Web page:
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API Letter to PA Lawmakers re HB 1391 Royalty Bill

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A letter from the American Petroleum Institute to Pennsylvania House members outlining their position against House Bill (HB) 1391 that would guarantee a 12.5% minimum royalty payment to landowners regardless post-production costs. The API is urging lawmakers to defeat the bill. Landowners from Bradford County and other Marcellus counties are supporting the measure. It has caused a rare schism between landowners and drillers.

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API Letter to PA Lawmakers re HB 1391 Royalty Bill

  1. 1. Associated Petroleum Industries of Pennsylvania A Division of API 300 North Second Street Suite 902 Harrisburg, Pennsylvania 17101 Telephone 717-234-7983 Fax 717-234-5461 www.api.org October 14, 2016 To: Honorable Members of the PA House of Representatives From: Stephanie Catarino Wissman, Executive Director Joe Leighton, Associate Director Subject: HB 1391, Guaranteed Minimum Royalty Act HB 1391 (Everett), the Guaranteed Minimum Royalty Act, is on second consideration and poised for a vote in the House of Representatives. You have probably seen many news articles and received numerous communications on this issue, including from us. To reiterate our position, the Associated Petroleum Industries of PA (API-PA) is opposed to HB 1391 and urge a “no” vote should this legislation come before the House. We empathize with royalty owners and recognize that a decline in royalty payments during these constrained market conditions can cause hardship. Royalty payments and how they are calculated can be an emotional issue for many which can transcend economic, contractual and legal considerations and understanding. We appreciate that wanting to “do something” to help royalty owners can be powerfully persuasive. In our estimation, however, the best way to help royalty owners – and the commonwealth as a whole – would be for state government to enact policies that encourage a competitive posture that grows energy production, promotes the development of infrastructure and builds downstream industries and markets. Overall, we would encourage state government to adopt policies which promote stability in both the regulatory and legislative arenas. Unfortunately, HB 1391 promotes none of these goals, especially and most importantly, addressing the concerns raised by some current royalty owners. Instead, it creates an environment which could discourage further development of shale gas in the state. HB 1391 will not help existing royalty owners because it violates Article 1, Section 10 of the U.S Constitution and Article 1, Section 17 of the PA Constitution by impairing existing contracts. HB 1391 applies retroactively to contracts already in existence. If a contracting party is aggrieved, the proper venue in which to seek a remedy is with the courts and appropriate state and federal agencies.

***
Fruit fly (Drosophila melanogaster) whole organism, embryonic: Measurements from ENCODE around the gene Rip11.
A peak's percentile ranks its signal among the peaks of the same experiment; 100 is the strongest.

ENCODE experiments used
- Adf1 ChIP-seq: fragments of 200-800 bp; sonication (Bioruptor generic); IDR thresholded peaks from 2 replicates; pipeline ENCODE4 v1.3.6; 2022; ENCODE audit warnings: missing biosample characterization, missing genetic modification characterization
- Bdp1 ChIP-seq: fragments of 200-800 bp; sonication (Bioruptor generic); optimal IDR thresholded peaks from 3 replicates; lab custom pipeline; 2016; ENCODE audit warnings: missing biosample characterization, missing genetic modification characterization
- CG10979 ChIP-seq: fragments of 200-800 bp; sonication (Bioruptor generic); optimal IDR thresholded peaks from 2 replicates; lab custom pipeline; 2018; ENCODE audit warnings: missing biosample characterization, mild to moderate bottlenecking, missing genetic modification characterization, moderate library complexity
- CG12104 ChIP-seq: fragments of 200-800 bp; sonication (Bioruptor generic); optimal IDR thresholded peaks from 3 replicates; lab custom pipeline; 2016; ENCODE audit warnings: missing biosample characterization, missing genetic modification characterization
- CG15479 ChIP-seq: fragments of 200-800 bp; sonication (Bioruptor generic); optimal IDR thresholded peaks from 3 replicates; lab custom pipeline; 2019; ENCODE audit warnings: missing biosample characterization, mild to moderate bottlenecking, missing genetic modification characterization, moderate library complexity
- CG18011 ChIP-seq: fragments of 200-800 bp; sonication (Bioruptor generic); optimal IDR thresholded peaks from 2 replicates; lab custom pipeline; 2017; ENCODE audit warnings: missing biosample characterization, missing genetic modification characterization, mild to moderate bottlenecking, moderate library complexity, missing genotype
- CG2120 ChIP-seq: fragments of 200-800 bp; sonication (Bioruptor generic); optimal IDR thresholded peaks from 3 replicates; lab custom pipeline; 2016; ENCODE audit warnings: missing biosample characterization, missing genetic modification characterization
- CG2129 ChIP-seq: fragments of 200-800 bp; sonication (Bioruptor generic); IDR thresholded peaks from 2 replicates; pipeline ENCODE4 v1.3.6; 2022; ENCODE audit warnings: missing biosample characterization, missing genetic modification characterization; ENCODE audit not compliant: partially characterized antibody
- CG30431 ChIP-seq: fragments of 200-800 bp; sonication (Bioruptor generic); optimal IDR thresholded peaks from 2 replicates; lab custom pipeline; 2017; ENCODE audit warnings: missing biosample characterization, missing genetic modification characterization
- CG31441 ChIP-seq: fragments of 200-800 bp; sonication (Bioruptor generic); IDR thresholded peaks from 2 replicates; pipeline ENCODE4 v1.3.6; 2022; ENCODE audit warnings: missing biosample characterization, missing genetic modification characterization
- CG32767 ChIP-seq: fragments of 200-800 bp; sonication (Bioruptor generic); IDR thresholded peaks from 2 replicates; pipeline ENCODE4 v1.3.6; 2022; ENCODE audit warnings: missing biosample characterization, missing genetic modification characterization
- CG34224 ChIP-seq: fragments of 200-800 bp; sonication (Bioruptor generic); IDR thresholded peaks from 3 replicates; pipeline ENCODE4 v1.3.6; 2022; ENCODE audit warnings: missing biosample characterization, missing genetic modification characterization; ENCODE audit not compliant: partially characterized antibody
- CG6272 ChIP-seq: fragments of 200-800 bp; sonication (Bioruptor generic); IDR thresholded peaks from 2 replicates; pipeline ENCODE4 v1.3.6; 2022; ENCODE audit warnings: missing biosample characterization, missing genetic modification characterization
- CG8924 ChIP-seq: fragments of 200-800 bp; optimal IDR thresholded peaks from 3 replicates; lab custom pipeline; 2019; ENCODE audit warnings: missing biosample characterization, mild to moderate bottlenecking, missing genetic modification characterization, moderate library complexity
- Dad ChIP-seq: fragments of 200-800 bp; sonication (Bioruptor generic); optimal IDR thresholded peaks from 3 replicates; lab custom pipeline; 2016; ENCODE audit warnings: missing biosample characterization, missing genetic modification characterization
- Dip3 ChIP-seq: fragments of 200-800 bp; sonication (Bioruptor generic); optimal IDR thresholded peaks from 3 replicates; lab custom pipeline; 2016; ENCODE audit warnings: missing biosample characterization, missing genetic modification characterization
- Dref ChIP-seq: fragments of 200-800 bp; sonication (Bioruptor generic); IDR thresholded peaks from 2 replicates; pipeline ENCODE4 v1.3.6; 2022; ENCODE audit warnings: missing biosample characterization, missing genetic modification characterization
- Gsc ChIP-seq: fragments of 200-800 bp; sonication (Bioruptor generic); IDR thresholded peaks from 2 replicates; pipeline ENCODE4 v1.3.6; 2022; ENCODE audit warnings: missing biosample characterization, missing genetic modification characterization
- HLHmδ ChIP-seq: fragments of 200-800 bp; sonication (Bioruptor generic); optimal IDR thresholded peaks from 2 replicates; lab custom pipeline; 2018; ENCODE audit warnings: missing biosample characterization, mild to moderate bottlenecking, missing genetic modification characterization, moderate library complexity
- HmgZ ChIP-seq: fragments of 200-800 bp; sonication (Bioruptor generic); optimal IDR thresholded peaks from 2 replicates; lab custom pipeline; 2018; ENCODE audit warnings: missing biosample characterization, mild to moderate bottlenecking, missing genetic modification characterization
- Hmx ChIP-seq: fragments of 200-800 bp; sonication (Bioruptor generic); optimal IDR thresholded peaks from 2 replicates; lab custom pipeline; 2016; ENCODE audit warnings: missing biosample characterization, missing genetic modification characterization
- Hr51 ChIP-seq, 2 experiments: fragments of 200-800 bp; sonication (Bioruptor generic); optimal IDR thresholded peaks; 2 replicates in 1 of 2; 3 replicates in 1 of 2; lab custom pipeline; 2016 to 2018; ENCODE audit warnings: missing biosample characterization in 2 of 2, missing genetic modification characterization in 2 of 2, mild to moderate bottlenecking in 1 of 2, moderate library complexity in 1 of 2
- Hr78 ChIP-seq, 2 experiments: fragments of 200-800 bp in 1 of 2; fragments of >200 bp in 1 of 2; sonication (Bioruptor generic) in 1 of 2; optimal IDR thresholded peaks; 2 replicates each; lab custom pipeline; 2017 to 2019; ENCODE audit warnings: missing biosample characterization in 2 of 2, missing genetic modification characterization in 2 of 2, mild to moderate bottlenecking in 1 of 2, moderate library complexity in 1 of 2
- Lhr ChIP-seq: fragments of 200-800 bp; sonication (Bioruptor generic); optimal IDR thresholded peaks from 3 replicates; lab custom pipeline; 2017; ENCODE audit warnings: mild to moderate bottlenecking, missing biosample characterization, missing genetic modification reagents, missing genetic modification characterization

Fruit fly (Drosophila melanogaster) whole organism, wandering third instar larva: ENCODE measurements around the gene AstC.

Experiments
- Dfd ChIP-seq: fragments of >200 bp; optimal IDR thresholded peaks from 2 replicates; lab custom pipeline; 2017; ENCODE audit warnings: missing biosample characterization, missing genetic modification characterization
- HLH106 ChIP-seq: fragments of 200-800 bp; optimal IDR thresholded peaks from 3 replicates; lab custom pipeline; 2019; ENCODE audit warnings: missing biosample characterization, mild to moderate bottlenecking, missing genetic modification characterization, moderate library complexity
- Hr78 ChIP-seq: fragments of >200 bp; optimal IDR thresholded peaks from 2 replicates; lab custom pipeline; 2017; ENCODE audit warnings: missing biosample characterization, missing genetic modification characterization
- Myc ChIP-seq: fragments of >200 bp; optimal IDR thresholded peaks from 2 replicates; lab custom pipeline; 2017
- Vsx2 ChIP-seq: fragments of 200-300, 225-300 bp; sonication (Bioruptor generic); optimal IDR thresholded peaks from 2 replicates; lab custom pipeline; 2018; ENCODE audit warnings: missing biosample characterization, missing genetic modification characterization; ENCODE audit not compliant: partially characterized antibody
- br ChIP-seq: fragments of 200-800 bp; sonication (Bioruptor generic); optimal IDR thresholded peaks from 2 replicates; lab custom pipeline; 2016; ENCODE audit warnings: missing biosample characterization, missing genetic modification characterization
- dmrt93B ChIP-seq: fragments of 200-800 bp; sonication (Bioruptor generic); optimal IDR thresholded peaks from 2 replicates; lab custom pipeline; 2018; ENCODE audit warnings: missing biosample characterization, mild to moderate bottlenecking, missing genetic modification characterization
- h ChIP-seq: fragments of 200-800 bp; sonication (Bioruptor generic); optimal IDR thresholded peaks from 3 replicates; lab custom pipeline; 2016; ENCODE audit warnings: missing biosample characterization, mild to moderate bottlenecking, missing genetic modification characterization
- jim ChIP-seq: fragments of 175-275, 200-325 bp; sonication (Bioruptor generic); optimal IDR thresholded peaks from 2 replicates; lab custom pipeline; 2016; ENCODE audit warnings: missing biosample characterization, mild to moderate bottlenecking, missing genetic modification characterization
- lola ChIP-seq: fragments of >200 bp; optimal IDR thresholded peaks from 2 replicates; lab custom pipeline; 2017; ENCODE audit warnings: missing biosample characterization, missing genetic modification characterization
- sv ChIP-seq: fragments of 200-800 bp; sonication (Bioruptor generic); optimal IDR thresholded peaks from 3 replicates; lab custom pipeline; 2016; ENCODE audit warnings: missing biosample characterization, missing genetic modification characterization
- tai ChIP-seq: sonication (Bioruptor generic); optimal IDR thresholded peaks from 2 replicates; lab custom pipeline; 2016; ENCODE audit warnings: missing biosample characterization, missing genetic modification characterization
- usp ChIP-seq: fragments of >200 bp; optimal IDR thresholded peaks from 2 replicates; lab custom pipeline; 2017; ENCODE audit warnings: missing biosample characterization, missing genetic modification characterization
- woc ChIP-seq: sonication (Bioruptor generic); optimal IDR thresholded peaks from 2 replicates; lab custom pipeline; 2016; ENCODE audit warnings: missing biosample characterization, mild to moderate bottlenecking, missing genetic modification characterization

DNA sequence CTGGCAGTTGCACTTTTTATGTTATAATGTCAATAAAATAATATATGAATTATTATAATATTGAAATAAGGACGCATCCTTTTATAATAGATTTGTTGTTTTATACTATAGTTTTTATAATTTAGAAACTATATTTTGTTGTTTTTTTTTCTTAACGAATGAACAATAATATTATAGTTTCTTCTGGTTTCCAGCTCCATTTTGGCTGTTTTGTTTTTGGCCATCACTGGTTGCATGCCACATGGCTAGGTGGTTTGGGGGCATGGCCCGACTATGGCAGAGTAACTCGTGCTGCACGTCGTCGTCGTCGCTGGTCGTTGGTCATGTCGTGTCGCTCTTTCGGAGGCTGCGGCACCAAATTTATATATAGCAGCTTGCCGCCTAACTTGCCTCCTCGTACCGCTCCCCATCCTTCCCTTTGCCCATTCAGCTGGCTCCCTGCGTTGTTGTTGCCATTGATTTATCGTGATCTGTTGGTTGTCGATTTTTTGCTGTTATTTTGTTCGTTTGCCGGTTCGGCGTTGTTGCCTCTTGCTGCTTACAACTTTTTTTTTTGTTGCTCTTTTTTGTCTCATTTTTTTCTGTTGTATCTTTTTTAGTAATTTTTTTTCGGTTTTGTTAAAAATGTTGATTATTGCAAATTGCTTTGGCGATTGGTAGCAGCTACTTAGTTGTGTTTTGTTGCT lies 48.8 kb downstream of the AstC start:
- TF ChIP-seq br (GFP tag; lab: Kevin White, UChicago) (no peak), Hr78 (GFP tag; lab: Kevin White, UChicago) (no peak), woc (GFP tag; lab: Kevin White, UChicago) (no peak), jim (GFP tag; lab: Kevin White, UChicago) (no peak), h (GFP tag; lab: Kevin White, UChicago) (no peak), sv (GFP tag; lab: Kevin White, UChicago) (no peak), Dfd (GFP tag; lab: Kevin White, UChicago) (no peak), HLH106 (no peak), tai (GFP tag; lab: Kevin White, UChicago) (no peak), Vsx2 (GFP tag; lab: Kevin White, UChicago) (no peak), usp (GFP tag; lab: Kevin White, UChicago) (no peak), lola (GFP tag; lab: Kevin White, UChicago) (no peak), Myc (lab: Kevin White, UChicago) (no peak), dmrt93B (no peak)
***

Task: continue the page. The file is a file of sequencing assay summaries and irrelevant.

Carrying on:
2. 2. October 14, 2016 Page 2 HB 1391 seeks to change existing contracts by guaranteeing a minimum profit and retroactively voids contract language authorizing the sharing of postproduction costs. Postproduction costs only include those costs incurred after the gas produced from a well reaches the surface and is prepared and transported to a market for sale. Postproduction costs are typically shared in proportion to one’s ownership interest in the gas produced and sold. Existing Pennsylvania law guarantees a minimum 12.5%, or 1/8 th , ownership interest in the gas produced, not a guaranteed 12.5% profit as proffered in HB 1391. Proponents of HB 1391 are operating under a false premise. They claim the GMRA guarantees a minimum 1/8 th royalty payment or value of the natural gas produced. This is not the case. Current law acknowledges a royalty as a guaranteed ownership interest in oil and gas produced. A royalty is not a minimum or floor value of oil and gas proceeds to be guaranteed to a lessor (mineral owner). In fact, HB 1391 acknowledges this when it defines a royalty as a “lessor’s ownership interests in the oil, natural gas or gas of any other designation existing below a tract of real property.” It is a minimum ownership interest in the gas produced. This legislation would put Pennsylvania at a competitive disadvantage as no other state in the nation sets a floor value for royalty payments below which postproduction costs cannot be deducted. Lost in the discussion on postproduction costs is the fact that producers absorb 100% of the massive capital investment and operating expenses over the life of a well; thus, substantial financial risk is borne by the producer. The only costs shared between royalty owners and producers are postproduction costs in proportion to their ownership interests. In every respect producers and royalty owners are in a business relationship together. At its core, HB 1391 alters the very notion of what it means to have an ownership interest or to be a business partner. Regardless of what future parties may be willing to negotiate or what existing law stipulates when the parties entered into an agreement, HB 1391 assigns responsibility on one partner in a business relationship. Again, API-PA is opposed to HB 1391 and urges a “no” vote. Should you have any questions or wish to discuss this further, please do not hesitate to contact us at 717-234-7983 or via email at wissmans@api.org or leightonj@api.org. Thank you for your consideration.

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